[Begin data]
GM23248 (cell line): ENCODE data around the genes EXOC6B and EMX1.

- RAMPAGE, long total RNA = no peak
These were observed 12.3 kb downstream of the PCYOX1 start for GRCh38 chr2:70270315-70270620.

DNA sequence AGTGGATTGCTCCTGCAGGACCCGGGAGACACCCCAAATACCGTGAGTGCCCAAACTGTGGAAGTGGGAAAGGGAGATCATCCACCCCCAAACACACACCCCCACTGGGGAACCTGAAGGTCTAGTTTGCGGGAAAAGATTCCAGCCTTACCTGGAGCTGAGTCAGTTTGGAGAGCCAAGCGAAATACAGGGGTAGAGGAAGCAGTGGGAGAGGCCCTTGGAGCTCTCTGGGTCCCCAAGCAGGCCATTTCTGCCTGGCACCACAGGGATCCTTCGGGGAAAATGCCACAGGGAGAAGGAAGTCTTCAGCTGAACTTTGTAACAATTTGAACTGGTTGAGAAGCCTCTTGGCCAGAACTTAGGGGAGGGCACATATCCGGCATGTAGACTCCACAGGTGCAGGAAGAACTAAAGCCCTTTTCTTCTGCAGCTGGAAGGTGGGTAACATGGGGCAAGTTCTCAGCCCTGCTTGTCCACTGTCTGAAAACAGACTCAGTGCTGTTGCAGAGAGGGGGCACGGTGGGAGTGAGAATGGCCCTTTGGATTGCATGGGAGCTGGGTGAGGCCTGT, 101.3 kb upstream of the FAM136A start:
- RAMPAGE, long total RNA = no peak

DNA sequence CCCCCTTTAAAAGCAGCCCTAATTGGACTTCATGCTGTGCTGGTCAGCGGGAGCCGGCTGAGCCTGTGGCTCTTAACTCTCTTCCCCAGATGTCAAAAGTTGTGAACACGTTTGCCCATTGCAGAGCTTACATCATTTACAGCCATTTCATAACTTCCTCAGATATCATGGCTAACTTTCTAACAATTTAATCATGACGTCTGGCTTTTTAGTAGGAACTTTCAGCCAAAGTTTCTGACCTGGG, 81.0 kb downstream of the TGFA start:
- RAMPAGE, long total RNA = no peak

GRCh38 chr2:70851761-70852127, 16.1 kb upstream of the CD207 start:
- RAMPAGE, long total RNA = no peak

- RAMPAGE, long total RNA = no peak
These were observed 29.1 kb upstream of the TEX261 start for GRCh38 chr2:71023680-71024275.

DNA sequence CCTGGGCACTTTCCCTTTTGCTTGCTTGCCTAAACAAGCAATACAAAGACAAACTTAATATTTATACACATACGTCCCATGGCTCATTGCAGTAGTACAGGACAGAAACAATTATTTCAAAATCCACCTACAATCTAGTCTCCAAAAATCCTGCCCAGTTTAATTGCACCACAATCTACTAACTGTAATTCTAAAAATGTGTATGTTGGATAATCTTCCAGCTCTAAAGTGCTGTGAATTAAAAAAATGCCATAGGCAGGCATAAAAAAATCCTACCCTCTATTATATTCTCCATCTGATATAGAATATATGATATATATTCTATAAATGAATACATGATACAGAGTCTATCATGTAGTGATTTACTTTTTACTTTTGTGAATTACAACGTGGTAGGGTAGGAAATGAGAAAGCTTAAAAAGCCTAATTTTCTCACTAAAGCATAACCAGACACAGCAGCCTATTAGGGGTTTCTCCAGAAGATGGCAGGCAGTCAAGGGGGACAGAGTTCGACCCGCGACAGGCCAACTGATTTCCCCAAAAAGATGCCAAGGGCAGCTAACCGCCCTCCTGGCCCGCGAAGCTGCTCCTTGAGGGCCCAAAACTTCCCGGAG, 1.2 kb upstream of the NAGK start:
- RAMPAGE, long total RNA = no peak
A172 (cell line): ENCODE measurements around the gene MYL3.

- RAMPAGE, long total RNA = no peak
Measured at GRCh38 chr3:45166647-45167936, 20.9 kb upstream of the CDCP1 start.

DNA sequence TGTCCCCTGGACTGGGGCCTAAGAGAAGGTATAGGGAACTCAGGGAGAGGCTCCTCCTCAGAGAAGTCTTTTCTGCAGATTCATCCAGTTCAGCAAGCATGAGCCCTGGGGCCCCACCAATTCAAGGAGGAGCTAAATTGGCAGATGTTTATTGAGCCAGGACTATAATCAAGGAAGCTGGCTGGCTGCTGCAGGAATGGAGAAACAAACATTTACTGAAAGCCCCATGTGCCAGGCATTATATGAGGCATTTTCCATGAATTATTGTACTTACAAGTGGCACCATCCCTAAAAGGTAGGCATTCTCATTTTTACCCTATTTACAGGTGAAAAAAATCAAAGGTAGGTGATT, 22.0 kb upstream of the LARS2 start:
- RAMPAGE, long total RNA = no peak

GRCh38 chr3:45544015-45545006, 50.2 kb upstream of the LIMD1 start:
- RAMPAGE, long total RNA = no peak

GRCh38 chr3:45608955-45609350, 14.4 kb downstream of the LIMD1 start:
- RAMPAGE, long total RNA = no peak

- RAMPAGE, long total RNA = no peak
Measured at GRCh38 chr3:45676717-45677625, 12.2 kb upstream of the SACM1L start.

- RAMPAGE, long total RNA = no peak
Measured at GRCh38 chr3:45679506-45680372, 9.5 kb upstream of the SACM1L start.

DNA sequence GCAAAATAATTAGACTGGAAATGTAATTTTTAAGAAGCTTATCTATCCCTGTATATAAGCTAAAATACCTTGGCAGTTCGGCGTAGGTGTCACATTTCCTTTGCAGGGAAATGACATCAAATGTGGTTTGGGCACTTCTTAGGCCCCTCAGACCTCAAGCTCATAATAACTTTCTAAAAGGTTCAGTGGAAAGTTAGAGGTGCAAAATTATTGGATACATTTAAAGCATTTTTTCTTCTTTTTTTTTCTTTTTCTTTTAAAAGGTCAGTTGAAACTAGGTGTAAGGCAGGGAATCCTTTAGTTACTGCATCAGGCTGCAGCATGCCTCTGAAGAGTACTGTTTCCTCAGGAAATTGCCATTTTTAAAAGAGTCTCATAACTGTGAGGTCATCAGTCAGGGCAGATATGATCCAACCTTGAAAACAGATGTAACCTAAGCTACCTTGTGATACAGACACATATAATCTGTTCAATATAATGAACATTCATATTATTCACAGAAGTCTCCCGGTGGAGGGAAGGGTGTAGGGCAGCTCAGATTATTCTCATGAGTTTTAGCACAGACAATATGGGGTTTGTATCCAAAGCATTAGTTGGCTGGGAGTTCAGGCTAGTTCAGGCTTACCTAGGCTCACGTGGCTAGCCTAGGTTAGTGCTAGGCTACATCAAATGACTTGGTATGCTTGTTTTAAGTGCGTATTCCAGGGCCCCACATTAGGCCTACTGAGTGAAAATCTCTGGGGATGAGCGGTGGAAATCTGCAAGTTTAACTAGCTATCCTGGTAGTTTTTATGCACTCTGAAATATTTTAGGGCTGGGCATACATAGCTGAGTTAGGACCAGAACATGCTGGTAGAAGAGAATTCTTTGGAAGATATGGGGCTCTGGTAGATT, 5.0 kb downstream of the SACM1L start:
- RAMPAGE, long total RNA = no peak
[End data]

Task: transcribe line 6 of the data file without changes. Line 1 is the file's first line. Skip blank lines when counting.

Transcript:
DNA sequence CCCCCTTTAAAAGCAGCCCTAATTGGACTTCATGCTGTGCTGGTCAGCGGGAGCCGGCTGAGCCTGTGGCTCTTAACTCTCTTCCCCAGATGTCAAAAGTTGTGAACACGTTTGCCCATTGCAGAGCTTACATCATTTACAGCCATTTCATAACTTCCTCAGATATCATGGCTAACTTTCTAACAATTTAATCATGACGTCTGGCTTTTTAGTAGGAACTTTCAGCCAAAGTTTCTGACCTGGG, 81.0 kb downstream of the TGFA start: